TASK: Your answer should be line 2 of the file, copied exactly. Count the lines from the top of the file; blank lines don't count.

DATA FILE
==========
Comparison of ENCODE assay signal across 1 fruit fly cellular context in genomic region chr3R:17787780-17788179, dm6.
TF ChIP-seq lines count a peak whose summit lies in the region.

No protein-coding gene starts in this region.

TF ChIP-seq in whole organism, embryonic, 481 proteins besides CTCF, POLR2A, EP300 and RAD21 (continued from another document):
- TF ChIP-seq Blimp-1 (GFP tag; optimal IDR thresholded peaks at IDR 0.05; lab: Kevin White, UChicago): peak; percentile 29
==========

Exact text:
TF ChIP-seq lines count a peak whose summit lies in the region.